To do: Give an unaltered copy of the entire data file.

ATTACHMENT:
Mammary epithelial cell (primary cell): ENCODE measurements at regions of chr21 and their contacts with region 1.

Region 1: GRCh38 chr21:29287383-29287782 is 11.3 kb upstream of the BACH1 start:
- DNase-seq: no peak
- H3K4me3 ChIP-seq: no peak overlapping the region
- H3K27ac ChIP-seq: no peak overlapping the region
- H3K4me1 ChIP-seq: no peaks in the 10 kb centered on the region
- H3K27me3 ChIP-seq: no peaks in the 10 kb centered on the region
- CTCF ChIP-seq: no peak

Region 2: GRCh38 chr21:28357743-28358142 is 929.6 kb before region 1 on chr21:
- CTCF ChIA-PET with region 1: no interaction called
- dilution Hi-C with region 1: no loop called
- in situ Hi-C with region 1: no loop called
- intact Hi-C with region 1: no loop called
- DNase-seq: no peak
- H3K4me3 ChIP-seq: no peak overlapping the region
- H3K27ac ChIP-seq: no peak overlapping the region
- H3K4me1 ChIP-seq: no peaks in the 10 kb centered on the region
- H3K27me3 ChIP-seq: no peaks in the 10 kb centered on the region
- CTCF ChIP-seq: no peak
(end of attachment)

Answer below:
Mammary epithelial cell (primary cell): ENCODE measurements at regions of chr21 and their contacts with region 1.

Region 1: GRCh38 chr21:29287383-29287782 is 11.3 kb upstream of the BACH1 start:
- DNase-seq: no peak
- H3K4me3 ChIP-seq: no peak overlapping the region
- H3K27ac ChIP-seq: no peak overlapping the region
- H3K4me1 ChIP-seq: no peaks in the 10 kb centered on the region
- H3K27me3 ChIP-seq: no peaks in the 10 kb centered on the region
- CTCF ChIP-seq: no peak

Region 2: GRCh38 chr21:28357743-28358142 is 929.6 kb before region 1 on chr21:
- CTCF ChIA-PET with region 1: no interaction called
- dilution Hi-C with region 1: no loop called
- in situ Hi-C with region 1: no loop called
- intact Hi-C with region 1: no loop called
- DNase-seq: no peak
- H3K4me3 ChIP-seq: no peak overlapping the region
- H3K27ac ChIP-seq: no peak overlapping the region
- H3K4me1 ChIP-seq: no peaks in the 10 kb centered on the region
- H3K27me3 ChIP-seq: no peaks in the 10 kb centered on the region
- CTCF ChIP-seq: no peak